Papua New Guinea palm oil – the nation’s number one agricultural export

The member for Pomio and Minister for Public Service Elias Kapavore opened a new district office complex in Pomio East New Britain this week, to support development in the area.  Reinforcing the gains of this administrative upgrade is the development in Pomio of a major new palm oil project.

The Minister – accompanied by Australia’s High Commissioner to PNG Bruce Davis – also used the occasion to break ground on a new secondary school that will serve the children of Pomio, thanks to funding from the Australian government’s Incentive Fund (K3.5 million), and the District Development Authority (K1 million). The Prime Minister has also distributed K2 million to support development in the district, and the Department of National Planning and Monitoring contributed K300,000 to help supply the new office complex.

PNG’s most productive crop

Palm oil is PNG’s most successful agricultural crop. It has generated 39% of agricultural export earnings over the past decade.  It directly provides incomes for over 160,000 people living in rural households.

A vibrant palm oil industry is both economically and environmentally viable in PNG. It has the potential to foster economic growth and raise the living standards of PNG’s poorest communities.  PNG soil and climate offer the prospect of highest output per hectare from palm oil of any economy.

Yields from palm oil are far superior to any other oil crop. Water and pesticide use per tonne of oil produced is significantly lower than for alternative crops.  Compared to soy beans – the next biggest source of edible oil – oil palms produce ten times as much oil per hectare.

Use of less land, water and pesticides means a much lower environmental impact.

Supporting communities, and the nation

PNG’s major palm oil operations provide employment, rents and royalties to local communities, but this is just the beginning. The projects also provide significant infrastructure investments, and health and education services for the benefit of local families.

The Sigite Mukus project includes major investments in education and health initiatives for the benefit of local communities, including partnership in the cutting-edge PNG Industry Malaria Initiative (PIMI). More than 4,000 people are already directly employed by the project, earning more than K4 million per month – almost K50 million in wages has already been paid out. Many others have also benefited from the economic opportunities created by the project.

Living standards have improved markedly across the project area, with new homes, businesses and educational facilities being established at a rapid rate. New road and communications infrastructure is also helping provide livelihoods and boost standards of living.

Rimbunan Hijau subsidiary Gilford Limited manages the Sigite Mukus project. The company is committed to helping improve health and wellbeing for all stakeholders, not just employees of the project. The company has also entered into a public-private partnership (PPP) with the provincial government, in order to provide medical staff and supplies to local aid posts.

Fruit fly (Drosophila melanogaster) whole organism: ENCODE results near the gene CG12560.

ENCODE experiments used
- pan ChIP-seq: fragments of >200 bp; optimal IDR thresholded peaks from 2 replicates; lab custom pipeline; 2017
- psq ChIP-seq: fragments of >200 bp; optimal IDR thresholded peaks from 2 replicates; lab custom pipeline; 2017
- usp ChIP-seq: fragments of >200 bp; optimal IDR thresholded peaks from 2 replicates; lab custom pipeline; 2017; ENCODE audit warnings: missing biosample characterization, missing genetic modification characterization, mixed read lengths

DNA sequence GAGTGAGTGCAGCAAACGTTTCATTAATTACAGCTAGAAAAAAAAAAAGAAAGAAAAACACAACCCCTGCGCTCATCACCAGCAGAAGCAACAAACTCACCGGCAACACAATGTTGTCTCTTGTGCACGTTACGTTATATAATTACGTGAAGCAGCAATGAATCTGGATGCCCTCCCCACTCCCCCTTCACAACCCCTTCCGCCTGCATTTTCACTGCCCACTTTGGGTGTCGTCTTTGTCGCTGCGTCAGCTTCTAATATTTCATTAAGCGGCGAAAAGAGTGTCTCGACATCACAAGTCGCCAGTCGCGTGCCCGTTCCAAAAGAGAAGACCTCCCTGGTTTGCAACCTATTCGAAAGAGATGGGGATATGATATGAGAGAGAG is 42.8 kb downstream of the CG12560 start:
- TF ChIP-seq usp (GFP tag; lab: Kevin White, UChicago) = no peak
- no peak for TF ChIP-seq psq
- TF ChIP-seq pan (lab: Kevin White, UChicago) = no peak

Thanks to the project, new trade stores flourish. Local people have more transportation options and shorter travel times. Upgraded health services mean shorter trips for people who need medical care. Disease prevention education and supplies mean that fewer people are getting sick.

Along with other major palm oil operations that are already operating or in development, the Sigite Mukus project promises to help PNG harness the powerful potential of palm oil as a source of export revenue. So far it has contributed over K100 million to the State, and K31 million to landowners.  An additional K1 Billion will flow directly to the State and local communities throughout the life of the project.

Sustainable operations

PNG’s palm oil industry has a global reputation for sustainability. Operations managed by New Britain Palm Oil Limited and Hargy Oil Palm accord with environmental best practice. The Sigite Mukus project continues this tradition of environmental and social stewardship.

In addition to the 30,000 hectares of palm plantations that will be established in the Sigite Mukus project area, over 10,000 hectares of land has been set aside for conservation, traditional uses and for the preservation of important cultural sites.

The Sigite Mukus project complies with or exceeds applicable national environmental and social requirements. Management is committed to closely tracking all social, environmental and economic impacts – positive and negative – and to following a process of continuous improvement.

Corporate social responsibility is integral to project planning and management. Rimbunan Hijau has applied world’s best practice to ensure that all stakeholders – from employees, to local communities, to all levels of government – benefit from this major agricultural investment.

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